By the time a writer publishes her first book, or short story, or poem, she has learned how to write. By which I mean she can translate the ideas, scenes, or feelings playing on the movie screen of her imagination into words that can be understood by someone else to enough of a degree that those same ideas, scenes, or feelings play in some form or another on the movie screen of her reader’s imagination.

The closing of the gap between what we see in our imagination and what exists on the page is called craft, and frankly there’s a lot less to it than all the books on writing published every year would suggest. If you write every day, you will learn, quicker than you can imagine, how to close this gap.

What is not so easy to learn, and what is the topic, in one way or another, of every conversation I have ever had with any writer, is being an author. The author is the one who takes this thing created in private and shares it with the world. You become an author the moment you show anything you have written to anyone, whether that someone is your mother, your lover, your teacher, or a literary agent.

In that moment, your relationship to your work changes. Ultimately, being an author will make you a better writer. Ultimately, being an author, allowing your stories to enter someone else’s imagination, will tighten the accuracy of your language and will deepen your relationship to the work. You wrote your story so it could be shared. If you didn’t want to share it, you wouldn’t have bothered translating it into a form others could understand.

Nothing, however, will ruin the experience of writing as completely as being an author. Nothing will corrupt the writing itself or fill a person with self-doubt. Most of the time when we talk about the challenges of writing we aren’t talking about writing at all; we are talking about the challenges of being an author, of going public with this thing created in private. At our desk, we have some control; out there, anything can happen.

I have never interviewed a writer who is totally secure with the job of author. Everyone is learning this. It is the reason for this magazine’s title. But if you are meant to write, then you are meant to be an author. The two are inseparable. But remember this: you have been talking all your life, which means you have lots of practice putting ideas into words before you pick up a pen. I don’t know how you prepare for being an author other than doing it. If it feels uncomfortable, unnatural, unpleasant, that is because it is new, not because you are no good at it. Give yourself enough time to learn; you will discover the rest of your life should be just about right.

Remember to catch Bill every Tuesday at 2:00 PM PST/5:00 EST on his live Blogtalk Radio program Author2Author!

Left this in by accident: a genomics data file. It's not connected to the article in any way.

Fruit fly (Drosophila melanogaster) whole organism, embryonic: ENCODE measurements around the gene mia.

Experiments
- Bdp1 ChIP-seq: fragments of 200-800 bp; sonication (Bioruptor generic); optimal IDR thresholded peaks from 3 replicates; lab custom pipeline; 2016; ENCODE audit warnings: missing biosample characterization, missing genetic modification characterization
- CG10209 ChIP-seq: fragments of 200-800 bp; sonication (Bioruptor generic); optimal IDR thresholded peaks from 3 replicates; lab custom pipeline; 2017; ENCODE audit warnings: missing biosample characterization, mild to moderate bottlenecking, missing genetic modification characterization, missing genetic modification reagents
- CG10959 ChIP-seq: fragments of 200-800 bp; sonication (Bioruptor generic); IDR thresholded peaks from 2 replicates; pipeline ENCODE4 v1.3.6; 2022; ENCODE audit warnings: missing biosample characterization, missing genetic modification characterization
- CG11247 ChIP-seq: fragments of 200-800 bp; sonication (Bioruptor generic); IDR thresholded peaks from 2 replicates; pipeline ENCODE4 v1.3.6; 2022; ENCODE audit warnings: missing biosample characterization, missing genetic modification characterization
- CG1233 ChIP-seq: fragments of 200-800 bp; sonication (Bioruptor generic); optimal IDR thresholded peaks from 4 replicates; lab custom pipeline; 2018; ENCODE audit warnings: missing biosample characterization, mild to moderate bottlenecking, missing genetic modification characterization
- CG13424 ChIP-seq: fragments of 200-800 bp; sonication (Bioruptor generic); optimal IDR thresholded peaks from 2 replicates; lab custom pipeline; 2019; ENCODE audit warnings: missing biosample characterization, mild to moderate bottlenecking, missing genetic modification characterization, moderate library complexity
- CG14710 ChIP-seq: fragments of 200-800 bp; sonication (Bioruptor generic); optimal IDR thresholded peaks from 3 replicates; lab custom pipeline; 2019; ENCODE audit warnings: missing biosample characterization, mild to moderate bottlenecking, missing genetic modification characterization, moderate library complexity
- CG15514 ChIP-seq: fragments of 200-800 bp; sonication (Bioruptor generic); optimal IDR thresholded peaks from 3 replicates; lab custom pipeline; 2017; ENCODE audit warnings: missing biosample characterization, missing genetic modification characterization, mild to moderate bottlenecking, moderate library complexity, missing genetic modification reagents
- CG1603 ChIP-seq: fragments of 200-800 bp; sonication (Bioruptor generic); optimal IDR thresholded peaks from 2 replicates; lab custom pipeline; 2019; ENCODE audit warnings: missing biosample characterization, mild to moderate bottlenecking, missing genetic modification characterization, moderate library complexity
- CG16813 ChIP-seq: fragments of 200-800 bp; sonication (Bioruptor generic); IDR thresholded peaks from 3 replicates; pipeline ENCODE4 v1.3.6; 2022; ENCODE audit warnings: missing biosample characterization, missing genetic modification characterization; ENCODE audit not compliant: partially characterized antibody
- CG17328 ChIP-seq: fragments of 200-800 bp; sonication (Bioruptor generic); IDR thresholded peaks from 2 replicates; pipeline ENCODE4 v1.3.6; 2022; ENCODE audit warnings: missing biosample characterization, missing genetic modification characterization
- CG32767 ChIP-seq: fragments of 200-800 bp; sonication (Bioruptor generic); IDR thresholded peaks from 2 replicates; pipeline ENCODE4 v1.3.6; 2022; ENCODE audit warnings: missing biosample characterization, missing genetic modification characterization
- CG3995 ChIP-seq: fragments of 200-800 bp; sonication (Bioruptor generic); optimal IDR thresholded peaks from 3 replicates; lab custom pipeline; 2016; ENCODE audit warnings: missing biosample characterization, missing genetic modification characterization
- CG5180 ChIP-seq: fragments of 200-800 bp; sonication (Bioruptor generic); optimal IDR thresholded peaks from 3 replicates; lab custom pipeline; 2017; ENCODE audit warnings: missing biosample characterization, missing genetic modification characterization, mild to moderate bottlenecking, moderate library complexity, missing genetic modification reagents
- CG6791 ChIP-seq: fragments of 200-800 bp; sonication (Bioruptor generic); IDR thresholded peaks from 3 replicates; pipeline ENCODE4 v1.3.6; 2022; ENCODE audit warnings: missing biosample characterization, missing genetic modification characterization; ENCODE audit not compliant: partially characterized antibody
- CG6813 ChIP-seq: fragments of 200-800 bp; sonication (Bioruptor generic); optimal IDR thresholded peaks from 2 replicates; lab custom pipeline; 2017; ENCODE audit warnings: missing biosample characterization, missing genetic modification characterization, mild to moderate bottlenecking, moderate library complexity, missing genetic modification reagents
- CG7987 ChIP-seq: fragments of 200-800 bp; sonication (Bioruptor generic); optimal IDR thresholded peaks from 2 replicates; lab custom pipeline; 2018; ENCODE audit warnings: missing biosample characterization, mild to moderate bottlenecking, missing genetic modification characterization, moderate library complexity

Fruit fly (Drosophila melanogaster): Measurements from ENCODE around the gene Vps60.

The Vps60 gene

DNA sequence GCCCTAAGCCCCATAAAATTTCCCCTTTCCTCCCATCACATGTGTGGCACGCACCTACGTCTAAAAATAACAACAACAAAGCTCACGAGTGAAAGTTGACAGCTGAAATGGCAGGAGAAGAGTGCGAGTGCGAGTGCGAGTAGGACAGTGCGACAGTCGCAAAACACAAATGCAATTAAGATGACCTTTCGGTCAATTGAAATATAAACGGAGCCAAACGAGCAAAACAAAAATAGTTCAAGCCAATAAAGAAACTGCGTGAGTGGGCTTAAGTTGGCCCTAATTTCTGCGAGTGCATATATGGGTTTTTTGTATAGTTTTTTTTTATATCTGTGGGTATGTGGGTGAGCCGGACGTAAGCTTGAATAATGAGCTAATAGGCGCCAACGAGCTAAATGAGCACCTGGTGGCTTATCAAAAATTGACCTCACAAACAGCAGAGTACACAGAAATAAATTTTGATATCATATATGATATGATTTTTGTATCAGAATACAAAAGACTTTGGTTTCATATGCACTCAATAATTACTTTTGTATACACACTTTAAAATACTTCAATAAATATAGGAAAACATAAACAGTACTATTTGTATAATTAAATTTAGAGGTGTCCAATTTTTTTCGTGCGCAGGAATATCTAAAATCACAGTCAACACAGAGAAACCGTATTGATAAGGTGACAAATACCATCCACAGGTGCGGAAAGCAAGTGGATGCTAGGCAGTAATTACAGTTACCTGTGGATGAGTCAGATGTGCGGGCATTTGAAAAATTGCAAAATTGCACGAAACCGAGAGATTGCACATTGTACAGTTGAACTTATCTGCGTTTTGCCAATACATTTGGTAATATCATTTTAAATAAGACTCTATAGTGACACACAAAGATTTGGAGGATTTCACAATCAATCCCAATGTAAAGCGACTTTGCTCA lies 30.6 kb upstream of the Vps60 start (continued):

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Look Forward

I have found myself again and again talking to writers and agents and editors this weekend about marketing. Bob Mayer, an author of over 40 books and a prolific teacher and speaker, was particularly pointed on the subject. He felt that a lot of time is spent teaching writers how to write while not nearly enough is spent teaching writers how to be authors. I thought it was a great distinction, and absolutely germane even to relatively new writers.

To define my terms, I consider an author someone who has decided to make a career of writing.  Most new writers focus all their attention on just getting a book published. That seems hard enough; that seems like enough of an accomplishment on its own. Which it is. But I would encourage you to look ahead, and even if you haven’t published much yet, begin thinking of yourself as an author.

From a purely practical standpoint, it is useful, should you get a book published, to have an idea of what is going to be expected of you. You will save a lot of time if, before the deal, you learn about websites, blogs, speaking engagements, promotional materials, rewriting—all the nitty-gritty that comes with being published writer. We endeavor to teach as much of this as possible in Author.

But there is a somewhat less practical but equally important reason to view yourself not merely as a writer looking to get published but actually a writer in the process of building a career as an author. If you allow yourself to think about life after the book deal, you can begin to put publication into its proper perspective. Publication is not the end goal. It is nothing more than a milestone, pleasant to reach, but quickly moved on from, because life forever calls you forward.

Allow the goal of publication to shrink; allow it to become a small, attainable thing. If you do, you might be able to get a glimpse of what lies beyond it, all the wealth of choices this one opportunity provides. If you have set the trajectory of your life farther forward, you will be carried that much faster, and what once seemed like a final destination reveals itself as a simply the farthest sport of land you could see when you began your journey.

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